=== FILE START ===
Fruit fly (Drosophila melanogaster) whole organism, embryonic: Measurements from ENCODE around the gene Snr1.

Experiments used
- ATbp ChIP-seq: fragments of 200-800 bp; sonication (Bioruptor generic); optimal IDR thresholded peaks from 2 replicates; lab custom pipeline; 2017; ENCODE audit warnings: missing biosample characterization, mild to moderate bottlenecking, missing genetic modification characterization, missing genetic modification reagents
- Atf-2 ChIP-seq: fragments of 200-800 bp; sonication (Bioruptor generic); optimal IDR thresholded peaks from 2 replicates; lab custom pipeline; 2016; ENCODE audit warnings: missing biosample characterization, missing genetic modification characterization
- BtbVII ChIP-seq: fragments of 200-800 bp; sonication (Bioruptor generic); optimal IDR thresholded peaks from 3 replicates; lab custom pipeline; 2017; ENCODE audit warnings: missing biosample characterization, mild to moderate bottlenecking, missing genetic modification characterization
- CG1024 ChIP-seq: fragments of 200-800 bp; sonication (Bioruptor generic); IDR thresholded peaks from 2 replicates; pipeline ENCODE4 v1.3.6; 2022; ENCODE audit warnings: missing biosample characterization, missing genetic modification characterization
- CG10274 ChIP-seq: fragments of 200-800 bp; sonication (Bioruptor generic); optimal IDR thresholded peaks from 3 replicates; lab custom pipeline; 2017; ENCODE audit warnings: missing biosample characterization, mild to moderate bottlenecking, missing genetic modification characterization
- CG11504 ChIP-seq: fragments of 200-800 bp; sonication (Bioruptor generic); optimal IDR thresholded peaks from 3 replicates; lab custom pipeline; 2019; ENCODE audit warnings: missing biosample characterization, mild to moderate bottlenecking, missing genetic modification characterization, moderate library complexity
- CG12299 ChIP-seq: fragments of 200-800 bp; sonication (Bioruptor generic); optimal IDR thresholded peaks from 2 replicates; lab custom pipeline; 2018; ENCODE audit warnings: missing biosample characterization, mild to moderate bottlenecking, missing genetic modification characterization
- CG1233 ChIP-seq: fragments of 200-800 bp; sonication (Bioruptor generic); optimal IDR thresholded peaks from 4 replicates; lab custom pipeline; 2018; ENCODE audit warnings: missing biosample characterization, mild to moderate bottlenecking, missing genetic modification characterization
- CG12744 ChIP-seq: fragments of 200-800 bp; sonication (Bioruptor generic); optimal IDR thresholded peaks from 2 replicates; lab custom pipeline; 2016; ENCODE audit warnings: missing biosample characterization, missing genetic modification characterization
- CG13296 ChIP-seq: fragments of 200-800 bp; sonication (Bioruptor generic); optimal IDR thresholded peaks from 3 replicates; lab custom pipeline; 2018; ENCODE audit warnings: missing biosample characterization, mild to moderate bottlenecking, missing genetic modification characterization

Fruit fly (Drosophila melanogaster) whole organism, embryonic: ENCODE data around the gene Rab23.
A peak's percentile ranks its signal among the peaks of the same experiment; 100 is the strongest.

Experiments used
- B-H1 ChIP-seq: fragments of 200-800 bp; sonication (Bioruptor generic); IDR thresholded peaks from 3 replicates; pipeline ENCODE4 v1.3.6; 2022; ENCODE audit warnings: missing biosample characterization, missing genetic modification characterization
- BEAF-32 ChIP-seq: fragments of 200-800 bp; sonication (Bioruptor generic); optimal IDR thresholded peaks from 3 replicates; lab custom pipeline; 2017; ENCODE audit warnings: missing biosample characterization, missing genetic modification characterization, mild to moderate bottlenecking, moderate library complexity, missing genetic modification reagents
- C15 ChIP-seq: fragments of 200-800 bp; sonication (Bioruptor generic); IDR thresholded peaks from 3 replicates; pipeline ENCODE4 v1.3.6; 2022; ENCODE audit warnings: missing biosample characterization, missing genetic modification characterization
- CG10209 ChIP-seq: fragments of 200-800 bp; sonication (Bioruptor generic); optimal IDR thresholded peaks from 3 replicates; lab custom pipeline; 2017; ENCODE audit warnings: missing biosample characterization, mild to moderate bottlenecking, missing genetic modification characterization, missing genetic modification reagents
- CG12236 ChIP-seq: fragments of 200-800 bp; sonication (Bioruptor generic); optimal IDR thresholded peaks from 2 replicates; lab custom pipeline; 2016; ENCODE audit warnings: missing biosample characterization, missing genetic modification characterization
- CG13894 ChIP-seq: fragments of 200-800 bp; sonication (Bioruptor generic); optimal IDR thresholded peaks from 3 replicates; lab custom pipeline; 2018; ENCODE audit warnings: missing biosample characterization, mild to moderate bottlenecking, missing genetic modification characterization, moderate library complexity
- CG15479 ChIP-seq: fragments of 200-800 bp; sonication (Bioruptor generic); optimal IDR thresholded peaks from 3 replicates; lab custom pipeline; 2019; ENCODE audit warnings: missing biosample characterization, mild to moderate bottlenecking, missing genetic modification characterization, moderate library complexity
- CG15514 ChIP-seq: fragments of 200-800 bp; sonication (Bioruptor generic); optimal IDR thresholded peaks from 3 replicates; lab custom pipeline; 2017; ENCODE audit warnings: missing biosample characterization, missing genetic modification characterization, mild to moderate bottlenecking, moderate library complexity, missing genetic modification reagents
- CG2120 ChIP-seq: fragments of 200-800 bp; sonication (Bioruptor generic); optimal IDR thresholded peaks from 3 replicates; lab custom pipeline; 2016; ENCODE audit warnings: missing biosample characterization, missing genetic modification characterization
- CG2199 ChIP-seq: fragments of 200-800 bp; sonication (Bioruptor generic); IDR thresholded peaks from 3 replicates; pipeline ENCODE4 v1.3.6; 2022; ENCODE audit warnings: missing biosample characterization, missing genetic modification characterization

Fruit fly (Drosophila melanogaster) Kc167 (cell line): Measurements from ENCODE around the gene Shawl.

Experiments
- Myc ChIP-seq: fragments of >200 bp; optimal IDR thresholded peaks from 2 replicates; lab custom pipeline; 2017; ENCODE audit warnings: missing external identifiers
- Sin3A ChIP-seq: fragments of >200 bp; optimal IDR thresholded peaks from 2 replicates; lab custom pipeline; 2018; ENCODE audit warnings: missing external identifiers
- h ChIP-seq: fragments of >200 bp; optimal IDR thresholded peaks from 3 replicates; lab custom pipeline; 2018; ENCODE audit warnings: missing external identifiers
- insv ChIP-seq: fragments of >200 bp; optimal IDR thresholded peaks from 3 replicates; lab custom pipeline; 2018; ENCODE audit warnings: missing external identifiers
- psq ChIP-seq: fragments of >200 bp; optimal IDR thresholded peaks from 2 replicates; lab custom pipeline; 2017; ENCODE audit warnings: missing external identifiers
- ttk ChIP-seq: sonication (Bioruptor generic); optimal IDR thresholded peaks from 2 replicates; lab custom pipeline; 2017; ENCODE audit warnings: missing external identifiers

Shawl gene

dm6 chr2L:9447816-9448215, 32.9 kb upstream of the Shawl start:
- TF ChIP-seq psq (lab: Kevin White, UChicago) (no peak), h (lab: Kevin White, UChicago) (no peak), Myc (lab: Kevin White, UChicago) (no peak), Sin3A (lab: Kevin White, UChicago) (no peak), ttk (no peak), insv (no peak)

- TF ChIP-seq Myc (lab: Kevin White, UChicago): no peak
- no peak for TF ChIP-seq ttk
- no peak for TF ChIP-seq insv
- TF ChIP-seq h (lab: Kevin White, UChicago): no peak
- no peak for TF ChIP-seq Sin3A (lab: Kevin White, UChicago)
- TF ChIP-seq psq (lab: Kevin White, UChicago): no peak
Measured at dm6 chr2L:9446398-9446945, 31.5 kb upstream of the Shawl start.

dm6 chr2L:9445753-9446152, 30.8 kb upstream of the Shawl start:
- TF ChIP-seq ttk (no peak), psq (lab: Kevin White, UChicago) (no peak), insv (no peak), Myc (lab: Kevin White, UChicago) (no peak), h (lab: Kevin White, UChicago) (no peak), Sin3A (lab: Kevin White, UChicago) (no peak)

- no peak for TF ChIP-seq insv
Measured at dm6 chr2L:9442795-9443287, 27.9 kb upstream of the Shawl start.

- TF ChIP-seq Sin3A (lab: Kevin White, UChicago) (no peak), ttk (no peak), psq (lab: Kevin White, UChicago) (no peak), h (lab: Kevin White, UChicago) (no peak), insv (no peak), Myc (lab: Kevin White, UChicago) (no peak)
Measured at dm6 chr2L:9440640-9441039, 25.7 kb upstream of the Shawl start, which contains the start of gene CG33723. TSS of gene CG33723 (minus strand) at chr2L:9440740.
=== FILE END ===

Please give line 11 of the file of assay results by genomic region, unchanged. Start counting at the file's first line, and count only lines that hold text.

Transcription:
- CG12744 ChIP-seq: fragments of 200-800 bp; sonication (Bioruptor generic); optimal IDR thresholded peaks from 2 replicates; lab custom pipeline; 2016; ENCODE audit warnings: missing biosample characterization, missing genetic modification characterization